Trillions in Disaster Relief for Corporations and Banks, Spare Change for the People, Hospitals, Small Businesses, State and Local Governments

Business as Usual

Our doctors and nurses are being thoroughly mobilized and worked to limit… Many cases receive no attention at all.

— Acting Governor Calvin Coolidge, Massachusetts, 9/25/1918

Some things never change. When it come to the unhappy conjunction between corporate capitalism, greed and pandemic — be it 1918 or 2020 the U.S. response to a health emergency is underwhelming. On March 26, 2020 with over 3.3 million Americans out of work and applying for unemployment, wondering how they are going to pay their rent, the mortgage, their credit cards bills and student loans, the Senate has unanimously passed a bailout bill giving corporations access to trillions of dollars with no strings attached. This is Round 2 of the corporate enrichment program masquerading as pandemic relief for the people.

Round 1 occurred in 2008 when Obama rescued the banks from a disaster caused by their own greed and incompetence and nearly 10 million innocent Americans lost their homes to foreclosure. Obama’s plan distributed virtually free money with no oversight to the banks. Via stock buybacks, hefty bonuses and huge shareholder dividends, they became “too big to fail.” The jobs they had paid lip service to creating never materialized.

Twelve years later, with the Republicans in charge, the same fleecing of the American people is underway. The media-hyped relief bill advertised as a $2.2 trillion stimulus for desperate Americans is actually an opportunity for corporations and banks to loot the treasury. Larry Kudlow, Trump’s chief economic adviser, made no bones about it in a press conference on Fox News — “The total package here comes to $6 trillion. $2 trillion direct assistance, roughly $4 trillion in federal reserve lending power.” Economic jargon be damned, that $4 trillion in federal reserve lending power is a multi-trillion-dollar basketful of goodies for tycoons that run the biggest U.S. banks and corporations. And that may not be the end of the raid on the public purse. Several respected economists predict that $4 trillion will eventually morph into $6 or $8 trillion.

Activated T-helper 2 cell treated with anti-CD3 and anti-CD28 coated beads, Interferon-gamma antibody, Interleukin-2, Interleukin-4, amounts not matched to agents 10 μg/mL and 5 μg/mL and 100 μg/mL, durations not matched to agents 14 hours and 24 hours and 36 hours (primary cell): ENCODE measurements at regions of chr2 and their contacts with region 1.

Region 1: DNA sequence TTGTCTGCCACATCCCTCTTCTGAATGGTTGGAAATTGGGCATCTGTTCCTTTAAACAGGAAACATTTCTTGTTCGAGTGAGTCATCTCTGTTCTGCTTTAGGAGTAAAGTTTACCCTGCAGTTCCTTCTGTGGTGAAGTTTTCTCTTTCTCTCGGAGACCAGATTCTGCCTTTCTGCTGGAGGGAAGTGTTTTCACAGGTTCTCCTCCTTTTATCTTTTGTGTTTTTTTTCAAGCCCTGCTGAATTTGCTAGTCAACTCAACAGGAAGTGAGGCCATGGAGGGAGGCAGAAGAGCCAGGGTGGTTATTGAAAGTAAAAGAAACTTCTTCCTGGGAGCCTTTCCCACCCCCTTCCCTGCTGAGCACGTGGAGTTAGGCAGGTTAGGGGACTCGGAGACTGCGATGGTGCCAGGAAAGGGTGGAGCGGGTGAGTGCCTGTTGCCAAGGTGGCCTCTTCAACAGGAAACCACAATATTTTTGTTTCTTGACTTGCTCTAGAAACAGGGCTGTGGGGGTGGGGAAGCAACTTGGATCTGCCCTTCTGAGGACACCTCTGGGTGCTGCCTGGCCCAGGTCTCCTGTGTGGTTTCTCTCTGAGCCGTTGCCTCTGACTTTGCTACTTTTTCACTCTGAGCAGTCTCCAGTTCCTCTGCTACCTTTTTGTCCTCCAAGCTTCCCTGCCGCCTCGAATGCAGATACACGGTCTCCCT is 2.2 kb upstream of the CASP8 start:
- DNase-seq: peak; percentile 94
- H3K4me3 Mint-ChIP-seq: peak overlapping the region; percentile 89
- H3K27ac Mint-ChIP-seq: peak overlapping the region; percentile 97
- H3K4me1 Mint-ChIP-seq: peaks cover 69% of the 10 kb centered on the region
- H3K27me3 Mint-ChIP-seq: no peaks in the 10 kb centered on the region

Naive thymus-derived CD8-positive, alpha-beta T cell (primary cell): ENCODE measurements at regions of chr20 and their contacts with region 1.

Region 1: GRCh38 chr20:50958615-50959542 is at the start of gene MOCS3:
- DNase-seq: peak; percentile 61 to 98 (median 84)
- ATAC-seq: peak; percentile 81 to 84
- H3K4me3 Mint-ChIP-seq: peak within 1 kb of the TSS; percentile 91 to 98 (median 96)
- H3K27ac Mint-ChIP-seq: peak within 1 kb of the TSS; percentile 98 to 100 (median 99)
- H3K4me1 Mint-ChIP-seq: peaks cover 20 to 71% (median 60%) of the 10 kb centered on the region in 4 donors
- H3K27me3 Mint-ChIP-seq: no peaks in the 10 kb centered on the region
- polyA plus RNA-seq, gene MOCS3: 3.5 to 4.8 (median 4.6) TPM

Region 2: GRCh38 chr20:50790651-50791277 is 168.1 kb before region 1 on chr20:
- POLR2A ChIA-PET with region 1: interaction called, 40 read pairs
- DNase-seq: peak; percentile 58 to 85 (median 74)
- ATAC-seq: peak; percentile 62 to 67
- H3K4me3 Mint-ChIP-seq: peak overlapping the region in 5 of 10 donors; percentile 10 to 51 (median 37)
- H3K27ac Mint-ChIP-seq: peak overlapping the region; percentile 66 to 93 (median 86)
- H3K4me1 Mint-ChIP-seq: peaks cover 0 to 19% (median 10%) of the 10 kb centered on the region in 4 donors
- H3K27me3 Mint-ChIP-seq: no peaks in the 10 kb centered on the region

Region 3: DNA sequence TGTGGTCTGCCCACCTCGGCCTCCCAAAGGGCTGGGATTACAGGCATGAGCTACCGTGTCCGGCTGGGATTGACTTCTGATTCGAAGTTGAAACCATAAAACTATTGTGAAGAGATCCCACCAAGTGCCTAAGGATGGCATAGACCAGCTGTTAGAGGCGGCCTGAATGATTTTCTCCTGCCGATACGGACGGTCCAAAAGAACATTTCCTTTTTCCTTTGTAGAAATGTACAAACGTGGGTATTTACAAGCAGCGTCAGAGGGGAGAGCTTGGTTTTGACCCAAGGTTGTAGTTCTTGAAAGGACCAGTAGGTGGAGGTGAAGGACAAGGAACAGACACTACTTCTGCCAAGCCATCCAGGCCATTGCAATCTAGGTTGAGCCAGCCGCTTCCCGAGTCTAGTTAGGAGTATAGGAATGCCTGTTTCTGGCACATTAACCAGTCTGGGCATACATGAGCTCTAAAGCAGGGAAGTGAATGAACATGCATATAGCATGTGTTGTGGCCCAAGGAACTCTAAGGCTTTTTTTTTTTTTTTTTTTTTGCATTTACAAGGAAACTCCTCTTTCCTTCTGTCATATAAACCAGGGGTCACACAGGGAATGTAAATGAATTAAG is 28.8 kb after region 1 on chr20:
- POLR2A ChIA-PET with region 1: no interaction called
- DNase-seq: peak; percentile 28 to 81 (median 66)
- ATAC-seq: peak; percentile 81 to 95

“An abomination beyond comprehension” — that how one former TV host and progressive activist, Dylan Ratigan described it. As it was in (2008) and is now (2020), we are seeing an upward distribution of wealth handed over to corporations and banks while real pandemic relief for suffering Americans, for a disintegrating public health system, short-of-cash cities and states and desperate small businesses is dribbled out of a much smaller pie.

The enormity of the corporate bail out is breathtaking. Trump and his cronies in the administration and Congress (including most Democrats) are applying a huge band aid to the self-inflicted harm that twelve years of corporate buybacks and investor dividends have wrought. Many corporations are so strapped for cash that even a few weeks of lost economic activity threatens their viability. That’s why the foreclosure king Steve Mnuchin, who if there were any justice for the wealthy in the U.S. would be occupying a jail cell rather than a cushy seat as the Treasury Secretary and his homeboys at the Fed cooked up a scheme to store $4.3 trillion at the Federal Reserve, a made-to-order ATM that large corporations and banks can access with almost no strings attached. To make sure their greed and irresponsibility put them in the hole again, the ever-obliging Fed will soak up any losses using your tax dollars.

The game is rigged. They can’t lose but you can. After your one-time means-tested relief check comes in, after the paltry enlargement of your unemployment check, what then? You won’t be sitting pretty feasting on $4 trillion of zero interest loans which if history is any guide will quietly be forgiven down the road. What about the twenty-seven million small business which create two-thirds of new jobs in the U.S? Their share of the relief package is a measly $300 billion and they are persona non grata at the Federal Reserve trough where trillions are parked. Their only recourse is to squeeze money out of that dysfunctional agency known as the SBA (Small Business Administration) which will control the disbursement of the $300 billion. Many small businesses unable to keep their businesses afloat will eventually become sitting ducks for large corporations with trillions in bailout money. Here’s Jim Cramer, host of a CNBC show and a long-time cheerleader of corporate welfare, inadvertently (we presume) letting the cat out of the bag: